5. Don’t put the friands in the refrigerator to set up if your kitchen is hot because condensation will form on the tops when you take them out, ruining the smooth look of the ganache. The only way to avoid the condensation is to place them in an airtight container before putting them in the refrigerator adn then to leave them in the refrigerator and then leave them in the container when you remove them from the refrigerator until they come to room temperature, or to serve them right away.

6. Serve the friands within a day of making, or store them in an airtight container in the refrigerator for up to 5 days.

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cocoa almond meringues

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Sometimes I ignore the rules of baking, and other times I over-follow them. For example, when I see DO NOT OVERMIX in big bold capital letters, I will overcompensate, undermix, and bake clumps of raw flour into my genoise cake. On the other hand, if it’s raining and I decide I want to make meringues, I will make meringues, despite knowing that you’re not supposed to make meringues when it’s humid.

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That first meringue cookies I made, years ago, while it was raining, were sticky and heavy and not good at all. Now I live in the desert in the middle of a drought. Humidity isn’t so much an issue.

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Because this was only my second attempt at meringue cookies and the first was a bust, I’m not sure how they’re supposed to be. The outside of the cookies is crisp and light and shatters into tiny pieces when you bite into it. The inside was chewy. Is this because I didn’t follow the rules and opened the oven halfway through baking? Or did I, heaven forbid, OVERMIX? Or is this how they’re supposed to be?

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Either way, it turns out that I like meringue cookies, especially meringue cookies that have cocoa and chocolate chips in them. And other than cracking open the oven door to sneak in the crème brulee I made with the egg yolk leftover after making meringues, I made the exact recipe – which can be found on Mike’s blog, as he chose this for Tuesdays with Dorie.

One year ago: Gingered Carrot Cookies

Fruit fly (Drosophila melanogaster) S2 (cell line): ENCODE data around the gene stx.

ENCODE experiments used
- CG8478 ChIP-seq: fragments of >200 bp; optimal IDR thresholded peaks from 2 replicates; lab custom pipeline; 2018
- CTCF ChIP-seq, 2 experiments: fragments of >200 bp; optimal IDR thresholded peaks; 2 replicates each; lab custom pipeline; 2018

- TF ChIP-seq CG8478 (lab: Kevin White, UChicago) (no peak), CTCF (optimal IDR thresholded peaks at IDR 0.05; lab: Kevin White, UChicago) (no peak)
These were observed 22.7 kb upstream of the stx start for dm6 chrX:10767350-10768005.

Two years ago: Banana Bundt Cake
Three years ago: Black and White Banana Loaf

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sour cream chocolate cake cookies

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Chocolate cake without frosting is just sad; likewise, chocolate cake cookies without frosting are clearly missing something important. Cream cheese frosting is important. Sprinkles are important.

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The cookies were soft and tender, as cake should be. Despite a full container of sour cream, they weren’t overly rich, and their chocolate flavor was more than subtle, less than overpowering.  (I like overpowering.)  They might seem plain and homely on their own, but that’s nothing that a dollop of frosting can’t fix.

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Spike chose these for Tuesdays with Dorie, and she has the full recipe posted. I chilled the dough for about an hour before baking to reduce spreading. I also left out the raisins and spices so that the cookies would mimic a classic chocolate cake.

Two years ago: Perfect Party Cake (compared to 2 other white cake recipes)
Three years ago: Apple Cheddar Scones

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chocolate hazelnut biscotti

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I went through a phase a couple years ago, when I was unemployed and had plenty of free time to bake, where I made a lot of biscotti for Dave. He doesn’t usually like to bring treats to work to share with coworkers, but he got in the habit of bringing a couple extra biscotti every day to give to his boss.

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His boss was impressed with the almond biscotti. Then a week later, I made the same recipe, substituting hazelnuts and dried cherries for the almonds. But I was experimenting with different methods for the second bake, and they didn’t get as crunchy.